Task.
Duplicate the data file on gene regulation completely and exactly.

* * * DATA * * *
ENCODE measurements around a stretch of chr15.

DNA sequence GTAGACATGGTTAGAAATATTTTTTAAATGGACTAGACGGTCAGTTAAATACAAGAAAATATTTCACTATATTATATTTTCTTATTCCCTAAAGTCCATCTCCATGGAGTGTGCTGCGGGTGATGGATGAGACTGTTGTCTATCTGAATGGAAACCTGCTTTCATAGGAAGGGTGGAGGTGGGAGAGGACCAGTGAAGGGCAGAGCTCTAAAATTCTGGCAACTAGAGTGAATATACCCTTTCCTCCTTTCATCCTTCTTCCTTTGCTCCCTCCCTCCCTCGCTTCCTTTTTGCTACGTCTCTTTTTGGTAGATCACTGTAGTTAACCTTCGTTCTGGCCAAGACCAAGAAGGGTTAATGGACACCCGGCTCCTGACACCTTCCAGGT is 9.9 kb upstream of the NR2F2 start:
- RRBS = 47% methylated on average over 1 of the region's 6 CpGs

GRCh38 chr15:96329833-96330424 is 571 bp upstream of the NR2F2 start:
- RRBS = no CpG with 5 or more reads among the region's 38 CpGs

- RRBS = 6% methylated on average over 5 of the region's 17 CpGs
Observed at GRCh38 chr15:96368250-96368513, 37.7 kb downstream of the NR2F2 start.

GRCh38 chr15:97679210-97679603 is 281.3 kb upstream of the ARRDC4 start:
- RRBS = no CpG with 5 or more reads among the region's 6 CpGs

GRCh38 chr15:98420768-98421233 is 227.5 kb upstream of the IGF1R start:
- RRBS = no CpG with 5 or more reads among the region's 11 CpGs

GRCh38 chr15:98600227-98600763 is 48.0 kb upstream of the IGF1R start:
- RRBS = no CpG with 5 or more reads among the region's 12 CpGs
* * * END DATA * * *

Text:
ENCODE measurements around a stretch of chr15.

DNA sequence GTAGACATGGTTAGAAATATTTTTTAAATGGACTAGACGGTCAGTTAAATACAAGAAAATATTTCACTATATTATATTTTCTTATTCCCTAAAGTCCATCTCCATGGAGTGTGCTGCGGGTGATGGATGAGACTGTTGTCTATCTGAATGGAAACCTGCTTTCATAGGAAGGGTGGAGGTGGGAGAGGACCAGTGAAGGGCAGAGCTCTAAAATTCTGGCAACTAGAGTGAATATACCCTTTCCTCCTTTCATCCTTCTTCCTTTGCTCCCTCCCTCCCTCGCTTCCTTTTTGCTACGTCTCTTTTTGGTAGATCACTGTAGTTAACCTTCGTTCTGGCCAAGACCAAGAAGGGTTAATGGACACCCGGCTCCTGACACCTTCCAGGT is 9.9 kb upstream of the NR2F2 start:
- RRBS = 47% methylated on average over 1 of the region's 6 CpGs

GRCh38 chr15:96329833-96330424 is 571 bp upstream of the NR2F2 start:
- RRBS = no CpG with 5 or more reads among the region's 38 CpGs

- RRBS = 6% methylated on average over 5 of the region's 17 CpGs
Observed at GRCh38 chr15:96368250-96368513, 37.7 kb downstream of the NR2F2 start.

GRCh38 chr15:97679210-97679603 is 281.3 kb upstream of the ARRDC4 start:
- RRBS = no CpG with 5 or more reads among the region's 6 CpGs

GRCh38 chr15:98420768-98421233 is 227.5 kb upstream of the IGF1R start:
- RRBS = no CpG with 5 or more reads among the region's 11 CpGs

GRCh38 chr15:98600227-98600763 is 48.0 kb upstream of the IGF1R start:
- RRBS = no CpG with 5 or more reads among the region's 12 CpGs